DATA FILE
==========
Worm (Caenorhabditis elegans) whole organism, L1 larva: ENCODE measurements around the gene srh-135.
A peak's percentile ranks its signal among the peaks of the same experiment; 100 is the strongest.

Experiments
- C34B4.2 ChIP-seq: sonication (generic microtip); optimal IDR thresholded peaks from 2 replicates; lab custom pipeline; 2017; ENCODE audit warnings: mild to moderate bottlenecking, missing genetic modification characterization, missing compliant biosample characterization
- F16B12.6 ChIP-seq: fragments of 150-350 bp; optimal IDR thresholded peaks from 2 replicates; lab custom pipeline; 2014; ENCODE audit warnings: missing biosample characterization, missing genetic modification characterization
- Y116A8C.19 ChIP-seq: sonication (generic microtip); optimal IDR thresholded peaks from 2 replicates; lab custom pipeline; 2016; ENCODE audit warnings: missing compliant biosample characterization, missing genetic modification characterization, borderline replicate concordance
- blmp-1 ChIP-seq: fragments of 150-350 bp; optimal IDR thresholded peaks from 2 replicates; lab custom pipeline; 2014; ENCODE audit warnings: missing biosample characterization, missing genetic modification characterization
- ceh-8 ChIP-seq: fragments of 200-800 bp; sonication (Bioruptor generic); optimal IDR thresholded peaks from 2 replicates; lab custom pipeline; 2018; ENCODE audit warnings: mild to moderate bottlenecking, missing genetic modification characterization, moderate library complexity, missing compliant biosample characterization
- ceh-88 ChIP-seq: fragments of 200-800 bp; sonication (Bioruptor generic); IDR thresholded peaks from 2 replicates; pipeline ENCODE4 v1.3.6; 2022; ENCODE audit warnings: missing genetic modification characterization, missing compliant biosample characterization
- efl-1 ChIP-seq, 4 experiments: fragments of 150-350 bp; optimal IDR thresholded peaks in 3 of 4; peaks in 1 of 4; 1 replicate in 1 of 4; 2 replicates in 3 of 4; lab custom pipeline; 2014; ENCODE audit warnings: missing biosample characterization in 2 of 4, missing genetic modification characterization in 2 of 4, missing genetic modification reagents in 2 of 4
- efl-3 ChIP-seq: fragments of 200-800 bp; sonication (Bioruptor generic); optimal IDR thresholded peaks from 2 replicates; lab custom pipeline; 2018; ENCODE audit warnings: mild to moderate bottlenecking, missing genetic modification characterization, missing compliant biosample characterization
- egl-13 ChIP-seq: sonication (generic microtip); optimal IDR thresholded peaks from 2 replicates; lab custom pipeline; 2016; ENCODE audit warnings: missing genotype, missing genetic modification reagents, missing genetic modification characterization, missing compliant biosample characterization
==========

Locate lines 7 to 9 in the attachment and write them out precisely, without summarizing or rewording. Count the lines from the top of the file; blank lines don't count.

- blmp-1 ChIP-seq: fragments of 150-350 bp; optimal IDR thresholded peaks from 2 replicates; lab custom pipeline; 2014; ENCODE audit warnings: missing biosample characterization, missing genetic modification characterization
- ceh-8 ChIP-seq: fragments of 200-800 bp; sonication (Bioruptor generic); optimal IDR thresholded peaks from 2 replicates; lab custom pipeline; 2018; ENCODE audit warnings: mild to moderate bottlenecking, missing genetic modification characterization, moderate library complexity, missing compliant biosample characterization
- ceh-88 ChIP-seq: fragments of 200-800 bp; sonication (Bioruptor generic); IDR thresholded peaks from 2 replicates; pipeline ENCODE4 v1.3.6; 2022; ENCODE audit warnings: missing genetic modification characterization, missing compliant biosample characterization